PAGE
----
Nonetheless, retailers often feel betrayed when suppliers start to compete with them online.

Perhaps, the only saving grace is when manufacturers sell at the highest price in the market, but otherwise vendors should be careful not to harm the retailers that sell their products.

Summing Up

Manufacturers that build and sell products under their own brand or brands are finding good reasons to consider selling directly-to-consumers if this Forrester and Digital River survey is to be believed. But it will also be important for manufacturers to acquire or hire ecommerce expertise and manage relationships with existing wholesale customers.

Armando Roggio

Armando Roggio

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  1. mattias ekestena, Wipcore June 10, 2014 Reply

    Always have your retailers in mind as a target for your solution to sell directly to the end customer. Involve them early and allow them to be a part of your solution. Doing this will diminish the feeling of being betrayed. Start with at least one feature for your retailers benefit to get them onboard and let the early adaptors be guiding stars for those who still are in doubt. There are som many ways to lift your retailers in the process by givening them helpful tools for their own sales, cretaing leads to the nearest local retailer and by supplying your retailers with market material and documentation for service and use of your products.

  2. Karen June 12, 2014 Reply

    As someone who sells strictly online I will not carry or stop carrying a manufacturer who decides to sell direct to the consumer.

    The company that manufacturers can always beat the company that retails their product online and oftentimes they do.

    In this day and age a lot of people do simply shop for the best price so they won’t care if they could get better service from the retailer.

    I’ve seen this happen time after time in the apparel industry: manufacturers launch their own e-commerce site and offer specials/coupons retailers cannot hope to watch. Meanwhile their brand was built on the back of these same retailers.

    • Armando Roggio June 12, 2014 Reply

      Karen, I believe there are many ecommerce business owners and managers who feel just as you do.

    • Craig Bagdon June 12, 2014 Reply

      I certainly agree with your sentiment, but it is also important to cater to the customer’s needs and wants.

      Many potential customers need or want specific brands. Many potential customers search part numbers and model numbers that are unique to specific brands. While being upset at manufacturers that sell DTC is understandable – you completely eliminate yourself from the potential sale by not offering the brand.

  3. Gena June 12, 2014 Reply

    Manufacturers really run the risk of damaging their retail partnerships when they sell direct to consumers unless they are very careful. If they sell at the highest price or enforce a MAP which they themselves follow, then it can work. But many undercut their retailers, and don’t enforce a MAP, the bottom falls out of the prices, and no one can make a profit except the manufacturer. Bad all the way around.

    • Carlos Rivera June 12, 2014 Reply

      Great point, Gena. I could not have said it better myself!

    • Sean June 12, 2014 Reply

      In one of our fields (plastic model kits), I’d say there is an actual strategy by several key UK manufacturers and wholesalers to eliminate both online and B&M retailers from their distribution chain.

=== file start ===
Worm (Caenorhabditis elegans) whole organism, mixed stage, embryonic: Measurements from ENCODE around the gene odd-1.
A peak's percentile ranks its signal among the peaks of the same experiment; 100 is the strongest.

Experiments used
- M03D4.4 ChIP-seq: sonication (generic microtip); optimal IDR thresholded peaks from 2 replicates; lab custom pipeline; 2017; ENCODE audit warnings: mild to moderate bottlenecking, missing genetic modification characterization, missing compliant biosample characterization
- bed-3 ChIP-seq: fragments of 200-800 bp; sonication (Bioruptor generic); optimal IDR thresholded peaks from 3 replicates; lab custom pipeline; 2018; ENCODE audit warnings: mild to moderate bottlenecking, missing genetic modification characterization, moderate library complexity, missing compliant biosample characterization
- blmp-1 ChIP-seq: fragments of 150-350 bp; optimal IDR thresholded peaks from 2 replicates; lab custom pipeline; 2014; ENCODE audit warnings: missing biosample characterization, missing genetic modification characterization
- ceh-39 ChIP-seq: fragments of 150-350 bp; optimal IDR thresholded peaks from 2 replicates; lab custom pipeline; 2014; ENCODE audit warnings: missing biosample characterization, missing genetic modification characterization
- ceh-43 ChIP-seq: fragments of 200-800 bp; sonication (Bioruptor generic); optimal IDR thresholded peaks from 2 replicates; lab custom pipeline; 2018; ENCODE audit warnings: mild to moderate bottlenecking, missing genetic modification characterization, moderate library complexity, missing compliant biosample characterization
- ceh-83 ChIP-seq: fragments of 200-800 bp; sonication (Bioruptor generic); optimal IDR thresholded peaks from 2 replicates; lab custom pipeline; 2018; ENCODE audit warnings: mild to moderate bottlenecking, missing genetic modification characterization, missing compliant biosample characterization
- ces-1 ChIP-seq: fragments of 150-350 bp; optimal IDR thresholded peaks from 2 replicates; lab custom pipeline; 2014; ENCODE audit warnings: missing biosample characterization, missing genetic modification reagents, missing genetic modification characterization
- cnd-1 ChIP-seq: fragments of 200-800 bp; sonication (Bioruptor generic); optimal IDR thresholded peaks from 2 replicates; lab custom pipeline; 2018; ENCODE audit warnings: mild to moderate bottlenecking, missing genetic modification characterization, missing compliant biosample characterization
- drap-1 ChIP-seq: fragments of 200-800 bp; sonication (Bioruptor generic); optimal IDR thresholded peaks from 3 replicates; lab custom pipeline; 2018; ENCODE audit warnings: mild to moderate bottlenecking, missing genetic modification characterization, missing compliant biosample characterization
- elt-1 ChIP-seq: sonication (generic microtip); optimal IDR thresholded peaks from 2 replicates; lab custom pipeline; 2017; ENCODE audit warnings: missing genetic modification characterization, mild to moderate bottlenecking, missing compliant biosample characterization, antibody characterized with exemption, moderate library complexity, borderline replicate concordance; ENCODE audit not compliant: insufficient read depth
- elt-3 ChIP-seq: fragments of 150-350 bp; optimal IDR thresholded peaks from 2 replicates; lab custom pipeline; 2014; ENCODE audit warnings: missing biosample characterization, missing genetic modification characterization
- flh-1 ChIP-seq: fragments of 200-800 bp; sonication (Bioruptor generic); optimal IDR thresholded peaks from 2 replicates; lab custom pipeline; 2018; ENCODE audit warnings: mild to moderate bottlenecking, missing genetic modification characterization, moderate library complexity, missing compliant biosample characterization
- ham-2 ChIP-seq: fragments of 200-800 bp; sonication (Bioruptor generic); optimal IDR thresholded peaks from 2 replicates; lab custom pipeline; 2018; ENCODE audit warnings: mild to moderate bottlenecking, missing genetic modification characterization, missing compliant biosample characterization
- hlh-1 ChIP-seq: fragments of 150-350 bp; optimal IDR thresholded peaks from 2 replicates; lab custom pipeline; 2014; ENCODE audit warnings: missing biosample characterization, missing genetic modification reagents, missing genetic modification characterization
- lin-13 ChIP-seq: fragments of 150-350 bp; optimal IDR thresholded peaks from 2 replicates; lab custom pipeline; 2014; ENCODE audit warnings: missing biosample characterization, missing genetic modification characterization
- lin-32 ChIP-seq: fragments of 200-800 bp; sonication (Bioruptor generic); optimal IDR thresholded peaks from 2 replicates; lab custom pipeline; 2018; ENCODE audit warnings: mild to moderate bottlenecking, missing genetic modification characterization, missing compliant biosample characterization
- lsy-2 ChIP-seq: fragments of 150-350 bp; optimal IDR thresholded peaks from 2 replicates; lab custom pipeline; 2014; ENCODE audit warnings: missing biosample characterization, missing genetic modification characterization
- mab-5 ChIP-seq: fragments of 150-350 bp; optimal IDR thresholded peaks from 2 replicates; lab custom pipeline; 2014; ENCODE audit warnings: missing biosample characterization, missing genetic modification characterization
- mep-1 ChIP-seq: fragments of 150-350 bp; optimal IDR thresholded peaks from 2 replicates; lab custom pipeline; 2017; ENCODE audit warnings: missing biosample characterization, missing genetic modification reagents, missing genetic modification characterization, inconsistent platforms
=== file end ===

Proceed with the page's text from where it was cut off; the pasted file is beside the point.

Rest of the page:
Rather than just say “we no longer supply to retail”, some have imposed new terms blocking sales via places like Amazon and all non-EU sales, while simultaneously increasing wholesale prices and reducing RRP’s for consumers buying direct on their own websites. There are plenty of other things wholesalers and manufacturers are doing to directly undercut their retail customers (e.g. selling at trade price and claiming the box is damaged, with perfect goods actually arriving), but all of them contribute to a breakdown of trust. It’s a shame the manufacturers are in an effective monopoly position.

      Where the retail sellers still have an edge is in breadth of product knowledge and for customers wanting orders with products from multiple manufacturers. However, with manufacturers having the margins to offer free shipping on even small orders, even this advantage is being eroded as customers learn to waste retailers’ time with emailed queries and then do their actual shopping direct. I wish I could find a way to monetarise the process of answering endless emails for product info !

  4. Serge June 12, 2014 Reply

    As a small manufacturer and online retailer (we make Hands free ipad cases – I have to say that it is a challenge to both make and sell. Sales and e-commerce related operations take up a lot of time and resources. Working with other e-commerce merchants creates its own issues.. Shrinking margins, MAP policing, and perhaps a perceived cheapening of the brand. So it makes sense to work only with the largest, the most reputable ones, and strictly enforce the MAP. i completely agree with others that not enforcing MAP or violating it is a crime.

  5. Mohamed November 25, 2014 Reply

    I’d like to know what will be the benefit for the retailers here?
    If consumers purchase direct online & head to the retailer to pick up the product for free , because he did pay for it online , so what will be the benefit for the retailer here?

    Do the retailer get a commission?
    Do the retailer purchase products direct from the manufacture , or a suppliers? , because if he purchased the products direct from manufacturers and stock it on his shop , so manufacture can pay retailer the commission direct from the beginning instead of this long cycle or give him the full undiscounted price from the beginning .

    Kindly i need to understand this cycle.